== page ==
Thursday 25 February 2016

Poverty, homeownership, political economy, and a modest proposal

The New Zealand Initiative today launched a report on the state of poverty in New Zealand. Two key findings for us today:
  1. Poverty in New Zealand, relative to other countries, is highly concentrated among children. The elderly have very very low poverty and hardship rates. Children, not so much.
  2. Poverty is substantially affected by housing costs. Before housing cost measures of income poverty are much better than those after housing costs. 
This is in part due to NZ Super. Every old person gets a transfer from the government equal to two-thirds of the median wage. Since poverty lines are generally defined around that fraction of the median wage, you don't get old people in poverty. You also have disproportionately high homeownership rates among the elderly, so the rise in housing costs doesn't really affect them.

Yesterday's Auckland Council meeting on the Unitary Plan demonstrated much of what's wrong with urban planning in New Zealand. Elderly home-owning people, resistant to any potential change anywhere near them, are very likely to vote, do not care about the costs of home ownership (and, indeed, mock younger people showing up at those hearings), and are able to bully councillors into blocking any increases in density. Renters' interests then are not particularly well represented.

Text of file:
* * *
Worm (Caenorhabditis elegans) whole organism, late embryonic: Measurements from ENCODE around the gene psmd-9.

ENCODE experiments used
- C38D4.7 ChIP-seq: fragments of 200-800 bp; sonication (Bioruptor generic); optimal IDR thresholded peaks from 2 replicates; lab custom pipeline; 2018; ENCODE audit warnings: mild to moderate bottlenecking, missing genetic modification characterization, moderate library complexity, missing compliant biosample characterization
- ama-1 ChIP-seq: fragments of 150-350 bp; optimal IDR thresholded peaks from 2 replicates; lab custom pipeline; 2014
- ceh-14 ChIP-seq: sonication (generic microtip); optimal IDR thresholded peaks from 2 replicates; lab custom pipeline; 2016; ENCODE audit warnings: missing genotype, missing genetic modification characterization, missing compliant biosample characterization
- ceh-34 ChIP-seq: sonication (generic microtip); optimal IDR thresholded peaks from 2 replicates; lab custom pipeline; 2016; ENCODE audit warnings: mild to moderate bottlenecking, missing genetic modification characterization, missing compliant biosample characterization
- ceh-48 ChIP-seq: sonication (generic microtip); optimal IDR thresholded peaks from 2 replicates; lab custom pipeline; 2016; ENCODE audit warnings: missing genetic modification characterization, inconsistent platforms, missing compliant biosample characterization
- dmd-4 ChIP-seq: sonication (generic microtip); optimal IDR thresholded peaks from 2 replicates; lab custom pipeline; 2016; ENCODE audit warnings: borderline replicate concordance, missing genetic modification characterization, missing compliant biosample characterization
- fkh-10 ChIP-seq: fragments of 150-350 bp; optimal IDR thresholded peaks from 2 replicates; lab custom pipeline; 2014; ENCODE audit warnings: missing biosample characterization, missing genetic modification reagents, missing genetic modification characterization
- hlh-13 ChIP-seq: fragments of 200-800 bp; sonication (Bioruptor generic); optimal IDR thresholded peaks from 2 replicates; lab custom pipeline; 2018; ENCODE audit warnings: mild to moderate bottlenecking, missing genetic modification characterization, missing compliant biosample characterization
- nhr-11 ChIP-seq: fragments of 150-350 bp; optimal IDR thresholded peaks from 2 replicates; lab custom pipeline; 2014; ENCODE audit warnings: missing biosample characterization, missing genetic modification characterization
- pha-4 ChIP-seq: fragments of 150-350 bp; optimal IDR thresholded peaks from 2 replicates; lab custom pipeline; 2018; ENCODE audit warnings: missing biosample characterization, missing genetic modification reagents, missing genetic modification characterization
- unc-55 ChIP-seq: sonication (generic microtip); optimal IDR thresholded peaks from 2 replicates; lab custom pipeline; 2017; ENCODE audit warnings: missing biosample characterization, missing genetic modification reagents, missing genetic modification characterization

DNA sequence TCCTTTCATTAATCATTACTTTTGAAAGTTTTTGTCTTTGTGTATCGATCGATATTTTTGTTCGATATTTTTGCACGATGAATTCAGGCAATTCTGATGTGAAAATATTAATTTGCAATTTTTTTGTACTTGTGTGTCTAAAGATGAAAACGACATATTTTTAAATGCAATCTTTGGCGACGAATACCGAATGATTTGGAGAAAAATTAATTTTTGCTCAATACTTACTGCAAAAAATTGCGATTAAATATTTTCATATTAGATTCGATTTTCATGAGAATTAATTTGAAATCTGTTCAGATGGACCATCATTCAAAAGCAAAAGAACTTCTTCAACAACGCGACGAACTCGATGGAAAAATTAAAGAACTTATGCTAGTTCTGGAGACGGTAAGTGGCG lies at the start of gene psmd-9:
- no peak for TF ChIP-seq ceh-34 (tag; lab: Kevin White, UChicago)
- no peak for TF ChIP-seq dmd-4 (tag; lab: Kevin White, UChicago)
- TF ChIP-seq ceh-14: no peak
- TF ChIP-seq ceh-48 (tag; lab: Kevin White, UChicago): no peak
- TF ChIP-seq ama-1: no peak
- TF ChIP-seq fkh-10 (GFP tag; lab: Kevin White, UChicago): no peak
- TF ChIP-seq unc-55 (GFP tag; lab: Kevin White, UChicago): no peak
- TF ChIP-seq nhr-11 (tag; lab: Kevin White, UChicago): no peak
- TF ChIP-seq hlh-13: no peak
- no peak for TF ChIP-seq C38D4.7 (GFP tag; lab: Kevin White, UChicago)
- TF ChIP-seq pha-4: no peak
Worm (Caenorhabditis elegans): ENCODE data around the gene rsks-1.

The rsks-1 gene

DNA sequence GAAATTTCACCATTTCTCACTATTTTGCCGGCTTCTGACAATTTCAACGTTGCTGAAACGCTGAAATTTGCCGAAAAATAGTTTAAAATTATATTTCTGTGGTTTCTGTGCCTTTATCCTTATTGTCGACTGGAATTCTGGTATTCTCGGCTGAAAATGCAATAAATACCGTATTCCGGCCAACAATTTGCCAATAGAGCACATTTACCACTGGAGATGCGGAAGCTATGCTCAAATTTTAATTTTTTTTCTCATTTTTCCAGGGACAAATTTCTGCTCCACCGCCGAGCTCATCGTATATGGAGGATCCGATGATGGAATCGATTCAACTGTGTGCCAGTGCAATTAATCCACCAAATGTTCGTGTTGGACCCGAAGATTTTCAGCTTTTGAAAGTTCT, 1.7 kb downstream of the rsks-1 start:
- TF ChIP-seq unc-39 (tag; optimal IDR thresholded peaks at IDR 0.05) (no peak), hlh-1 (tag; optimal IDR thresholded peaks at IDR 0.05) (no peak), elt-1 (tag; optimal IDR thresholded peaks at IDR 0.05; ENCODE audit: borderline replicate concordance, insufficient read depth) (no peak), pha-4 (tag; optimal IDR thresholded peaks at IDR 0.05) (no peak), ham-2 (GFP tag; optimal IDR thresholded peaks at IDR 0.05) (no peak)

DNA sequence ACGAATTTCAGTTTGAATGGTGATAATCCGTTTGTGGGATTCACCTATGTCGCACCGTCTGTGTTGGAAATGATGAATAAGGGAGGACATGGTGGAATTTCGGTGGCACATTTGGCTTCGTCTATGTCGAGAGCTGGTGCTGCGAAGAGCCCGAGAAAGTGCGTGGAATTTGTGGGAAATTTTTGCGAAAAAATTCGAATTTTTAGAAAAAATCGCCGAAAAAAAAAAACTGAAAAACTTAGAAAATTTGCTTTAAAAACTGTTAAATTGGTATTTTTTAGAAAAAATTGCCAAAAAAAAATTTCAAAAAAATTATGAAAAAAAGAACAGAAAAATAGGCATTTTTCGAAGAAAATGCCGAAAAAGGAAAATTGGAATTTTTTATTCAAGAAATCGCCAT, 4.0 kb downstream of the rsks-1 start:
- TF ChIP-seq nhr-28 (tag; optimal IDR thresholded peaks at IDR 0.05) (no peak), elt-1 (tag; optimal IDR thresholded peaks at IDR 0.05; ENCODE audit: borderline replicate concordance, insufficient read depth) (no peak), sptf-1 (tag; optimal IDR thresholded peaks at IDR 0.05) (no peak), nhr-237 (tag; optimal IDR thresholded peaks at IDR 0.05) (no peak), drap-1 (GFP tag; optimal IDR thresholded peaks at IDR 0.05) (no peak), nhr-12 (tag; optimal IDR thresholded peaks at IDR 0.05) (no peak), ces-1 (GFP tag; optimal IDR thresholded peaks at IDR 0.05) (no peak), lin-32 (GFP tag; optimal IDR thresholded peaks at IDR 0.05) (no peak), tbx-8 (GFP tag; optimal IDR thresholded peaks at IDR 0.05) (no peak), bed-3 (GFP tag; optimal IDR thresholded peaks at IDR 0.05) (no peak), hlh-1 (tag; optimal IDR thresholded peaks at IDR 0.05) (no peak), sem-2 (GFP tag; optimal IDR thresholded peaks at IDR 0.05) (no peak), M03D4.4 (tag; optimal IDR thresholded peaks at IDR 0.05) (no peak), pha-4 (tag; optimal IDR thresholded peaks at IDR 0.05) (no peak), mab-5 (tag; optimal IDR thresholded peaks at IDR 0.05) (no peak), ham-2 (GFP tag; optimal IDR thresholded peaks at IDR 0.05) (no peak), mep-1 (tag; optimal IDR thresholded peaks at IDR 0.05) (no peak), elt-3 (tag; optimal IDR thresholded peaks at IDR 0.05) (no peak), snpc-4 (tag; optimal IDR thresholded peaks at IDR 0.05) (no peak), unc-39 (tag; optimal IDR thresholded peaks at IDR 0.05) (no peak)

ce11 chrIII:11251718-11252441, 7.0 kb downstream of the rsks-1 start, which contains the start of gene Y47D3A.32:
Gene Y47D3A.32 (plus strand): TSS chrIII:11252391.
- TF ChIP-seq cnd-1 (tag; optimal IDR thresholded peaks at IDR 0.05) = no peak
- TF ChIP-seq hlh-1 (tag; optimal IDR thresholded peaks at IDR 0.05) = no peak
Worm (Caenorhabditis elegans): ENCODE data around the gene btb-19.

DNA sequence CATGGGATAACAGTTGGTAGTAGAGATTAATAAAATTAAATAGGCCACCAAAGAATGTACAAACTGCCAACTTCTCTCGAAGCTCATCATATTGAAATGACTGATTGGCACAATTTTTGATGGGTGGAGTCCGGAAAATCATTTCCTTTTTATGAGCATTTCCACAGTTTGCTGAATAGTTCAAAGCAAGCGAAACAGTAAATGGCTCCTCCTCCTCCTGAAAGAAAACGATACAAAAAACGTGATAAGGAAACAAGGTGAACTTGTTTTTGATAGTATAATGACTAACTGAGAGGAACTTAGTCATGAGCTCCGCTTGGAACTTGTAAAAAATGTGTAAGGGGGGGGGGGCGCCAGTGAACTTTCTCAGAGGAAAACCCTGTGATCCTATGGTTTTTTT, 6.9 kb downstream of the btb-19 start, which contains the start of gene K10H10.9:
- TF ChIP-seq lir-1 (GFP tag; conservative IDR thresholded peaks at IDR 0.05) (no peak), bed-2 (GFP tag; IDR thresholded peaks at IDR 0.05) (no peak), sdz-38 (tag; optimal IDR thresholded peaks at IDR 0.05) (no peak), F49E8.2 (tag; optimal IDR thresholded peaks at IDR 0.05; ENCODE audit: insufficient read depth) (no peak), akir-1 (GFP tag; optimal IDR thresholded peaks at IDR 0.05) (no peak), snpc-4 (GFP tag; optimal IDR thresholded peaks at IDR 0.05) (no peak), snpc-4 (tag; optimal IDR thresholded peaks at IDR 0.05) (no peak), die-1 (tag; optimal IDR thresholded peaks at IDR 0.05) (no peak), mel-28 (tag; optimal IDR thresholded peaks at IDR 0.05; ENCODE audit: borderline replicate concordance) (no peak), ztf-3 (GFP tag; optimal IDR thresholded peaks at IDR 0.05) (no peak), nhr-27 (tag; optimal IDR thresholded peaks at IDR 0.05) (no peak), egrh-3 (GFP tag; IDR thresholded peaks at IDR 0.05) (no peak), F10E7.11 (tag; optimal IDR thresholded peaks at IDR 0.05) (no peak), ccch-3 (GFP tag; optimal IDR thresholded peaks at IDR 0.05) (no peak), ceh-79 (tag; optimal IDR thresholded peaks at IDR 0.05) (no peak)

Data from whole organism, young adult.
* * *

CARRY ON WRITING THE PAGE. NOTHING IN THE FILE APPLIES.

And so, my modest proposal:

Henceforth, eligibility for NZ Super will be means-tested, but in a particular way. Eligibility will be restricted to those who do not own a house, either themselves or through a trust, and who do not rent their home from a family member. Those approaching retirement would be entirely free to sell their home, bank the proceeds, and rent a home; or, they could maintain their home while foregoing NZ Super.

I'm still not sure whether I'm serious on this one.* But it is fun to think about.

Update: The money saved from the NZ Super bill could, in this proposal, be redirected towards targeted programmes in lower decile schools.

* Update 2: It is likely impracticable. Just think of all the workarounds. Prohibited from owning? Sell to a younger friend with a long-term lease agreement and an option for your own kid to buy back at a fixed price at a later date. But it's still fun to think about.

Update 3: I was far too quick in the paragraph about NZ Super. NZ Super is set at two-thirds of the average after-tax wage for a couple, and single elderly get 65% of that rate. That won't get either a couple, or an individual, up to the relative poverty line on its own. The elderly don't show up in the relative poverty stats when a 50% of median household income line is used, and don't show up in material hardship measures, and don't show up in AHC measures of poverty, but do show up in the "relative to 60% of BHC median income" measure. I thank Bryan Perry for the reminder.

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